The Kodak brand still lives on as a scanner company called Kodak Alaris, and this week the company announced a pair of shiny, new 300 DPI scanners, the i4200 Plus Scanner and the i4600 Plus Scanner.
Google announced terms of settlement with the European Commission around competition concerns.
DocuSign announced a partnership with Microsoft this week to offer its service in the Office 365 Store.
Box hired a former SAP excutive this week as it continues its transformation into a more mature organization.
Yahoo could be looking for a way to sneak back into search via mobile.
Content management isn't dead--far from it. In fact, it's more relevant than ever.
LinkedIn drops Intro email service after privacy concerns scare users away.
Jive turned 13 this week.
New Nuance eCopy ShareScan tool could increase productivity in paper-intensive offices.
Box hires former CIO to beef up consulting division.
Last week, Business Insider was reporting that Barnes and Noble had laid off its Nook hardware engineers, which would have effectively marked the end of the line for the Nook eReader, but Barnes and Noble says the story isn't accurate, and they will continue to make Nooks moving forward.
Lithium has reportedly purchased Klout for $100 million.
Apple makes the vast majority of its money selling iPhones and iPads, but as profits get squeezed on hardware, it could be better served by concentrating on content instead.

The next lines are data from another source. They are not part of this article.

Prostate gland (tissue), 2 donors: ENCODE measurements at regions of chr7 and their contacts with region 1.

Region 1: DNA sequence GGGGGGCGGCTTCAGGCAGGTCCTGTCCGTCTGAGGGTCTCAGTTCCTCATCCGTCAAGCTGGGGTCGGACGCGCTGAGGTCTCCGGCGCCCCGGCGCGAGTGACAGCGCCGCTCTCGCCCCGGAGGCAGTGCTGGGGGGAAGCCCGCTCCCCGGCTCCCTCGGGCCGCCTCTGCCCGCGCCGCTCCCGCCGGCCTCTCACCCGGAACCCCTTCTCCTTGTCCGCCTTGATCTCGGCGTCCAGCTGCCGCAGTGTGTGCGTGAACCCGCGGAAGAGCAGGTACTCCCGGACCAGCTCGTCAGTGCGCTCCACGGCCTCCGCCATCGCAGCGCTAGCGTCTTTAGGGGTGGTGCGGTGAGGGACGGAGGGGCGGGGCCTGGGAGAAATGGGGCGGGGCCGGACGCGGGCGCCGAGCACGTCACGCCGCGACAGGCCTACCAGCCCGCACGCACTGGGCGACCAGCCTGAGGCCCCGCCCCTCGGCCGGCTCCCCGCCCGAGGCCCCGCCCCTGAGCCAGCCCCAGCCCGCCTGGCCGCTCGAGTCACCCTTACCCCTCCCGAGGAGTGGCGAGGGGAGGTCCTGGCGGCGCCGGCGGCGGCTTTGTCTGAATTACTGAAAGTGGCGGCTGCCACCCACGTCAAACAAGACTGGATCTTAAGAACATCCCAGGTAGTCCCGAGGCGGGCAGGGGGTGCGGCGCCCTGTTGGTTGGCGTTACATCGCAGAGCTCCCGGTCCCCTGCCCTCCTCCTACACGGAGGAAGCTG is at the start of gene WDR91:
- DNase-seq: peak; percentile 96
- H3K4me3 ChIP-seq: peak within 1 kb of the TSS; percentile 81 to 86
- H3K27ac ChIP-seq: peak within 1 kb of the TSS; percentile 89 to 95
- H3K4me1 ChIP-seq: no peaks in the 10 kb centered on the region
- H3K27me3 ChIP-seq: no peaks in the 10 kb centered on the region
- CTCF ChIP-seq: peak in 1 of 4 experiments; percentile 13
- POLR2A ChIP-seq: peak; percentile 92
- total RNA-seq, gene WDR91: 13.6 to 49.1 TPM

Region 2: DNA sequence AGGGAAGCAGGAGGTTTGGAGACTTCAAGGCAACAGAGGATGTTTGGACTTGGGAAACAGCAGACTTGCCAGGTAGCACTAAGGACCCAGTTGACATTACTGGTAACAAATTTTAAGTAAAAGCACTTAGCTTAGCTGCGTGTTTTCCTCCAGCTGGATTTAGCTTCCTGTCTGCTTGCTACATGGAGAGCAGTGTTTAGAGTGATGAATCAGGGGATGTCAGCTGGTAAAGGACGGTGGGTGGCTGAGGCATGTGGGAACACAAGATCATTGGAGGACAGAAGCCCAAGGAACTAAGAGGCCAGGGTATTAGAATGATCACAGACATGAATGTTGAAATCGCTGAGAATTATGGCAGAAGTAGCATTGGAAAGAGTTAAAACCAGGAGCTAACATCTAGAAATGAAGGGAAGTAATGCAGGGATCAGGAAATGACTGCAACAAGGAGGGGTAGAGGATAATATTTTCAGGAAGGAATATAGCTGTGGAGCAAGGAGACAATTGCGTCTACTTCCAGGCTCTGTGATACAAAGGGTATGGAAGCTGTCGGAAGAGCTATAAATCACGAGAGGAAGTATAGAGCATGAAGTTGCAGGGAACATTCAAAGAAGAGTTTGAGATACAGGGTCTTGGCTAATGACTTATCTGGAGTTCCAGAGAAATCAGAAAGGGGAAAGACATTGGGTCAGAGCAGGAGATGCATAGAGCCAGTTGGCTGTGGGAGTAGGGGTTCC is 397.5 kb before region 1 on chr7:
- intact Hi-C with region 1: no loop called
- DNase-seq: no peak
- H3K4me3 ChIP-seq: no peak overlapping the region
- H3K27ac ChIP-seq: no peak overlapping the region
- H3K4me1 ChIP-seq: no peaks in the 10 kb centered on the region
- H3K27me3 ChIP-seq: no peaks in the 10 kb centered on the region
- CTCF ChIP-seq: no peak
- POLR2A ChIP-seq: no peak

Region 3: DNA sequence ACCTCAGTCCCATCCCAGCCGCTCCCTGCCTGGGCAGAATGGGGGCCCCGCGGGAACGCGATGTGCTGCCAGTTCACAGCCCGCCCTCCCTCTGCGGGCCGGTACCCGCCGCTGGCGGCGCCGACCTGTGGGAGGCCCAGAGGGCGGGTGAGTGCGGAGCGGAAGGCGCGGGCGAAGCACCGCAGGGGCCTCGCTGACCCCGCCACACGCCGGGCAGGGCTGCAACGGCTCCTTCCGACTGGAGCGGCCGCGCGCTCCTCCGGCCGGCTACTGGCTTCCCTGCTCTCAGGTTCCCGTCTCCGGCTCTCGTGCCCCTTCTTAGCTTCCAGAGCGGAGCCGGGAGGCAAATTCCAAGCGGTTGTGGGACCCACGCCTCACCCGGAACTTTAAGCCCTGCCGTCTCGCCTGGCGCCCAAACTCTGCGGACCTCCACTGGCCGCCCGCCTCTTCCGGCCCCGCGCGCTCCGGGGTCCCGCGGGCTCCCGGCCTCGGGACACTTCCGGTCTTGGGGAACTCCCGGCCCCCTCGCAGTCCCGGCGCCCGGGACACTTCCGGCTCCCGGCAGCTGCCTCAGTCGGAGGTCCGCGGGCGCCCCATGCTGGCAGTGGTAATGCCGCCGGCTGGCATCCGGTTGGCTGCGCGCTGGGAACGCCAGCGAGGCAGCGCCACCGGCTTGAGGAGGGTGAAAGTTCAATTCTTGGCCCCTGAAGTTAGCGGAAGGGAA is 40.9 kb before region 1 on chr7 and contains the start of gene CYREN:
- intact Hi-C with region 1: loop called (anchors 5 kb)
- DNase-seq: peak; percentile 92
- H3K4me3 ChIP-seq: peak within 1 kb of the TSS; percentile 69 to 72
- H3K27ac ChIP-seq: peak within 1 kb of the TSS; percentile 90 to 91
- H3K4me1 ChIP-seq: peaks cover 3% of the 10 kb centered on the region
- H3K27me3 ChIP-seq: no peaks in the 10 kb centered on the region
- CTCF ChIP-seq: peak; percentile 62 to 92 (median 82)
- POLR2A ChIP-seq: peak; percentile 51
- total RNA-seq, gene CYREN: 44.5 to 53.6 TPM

North Plains has updated its Brand Management tool with a new dashboard.
Tumblr finally updates security.
OpenText updated Tempo, its integrated social and file sync and share tools.
A new group formed recently called the Information Governance Initiative, and its goal is to reform and modernize information governance.
Rumors were flying last week about Box secretely filing IPO paperwork, but it seems unlikely they could do it in the dark at their current valuation of $2 billion.
Facebook's new Paper app could be the best-designed app it's ever created, but it's just another way of presenting Facebook content, and that could end up confusing some users.
We have an amazing amount of data and number of tools to measure it in minute detail, but are we measuring what matters?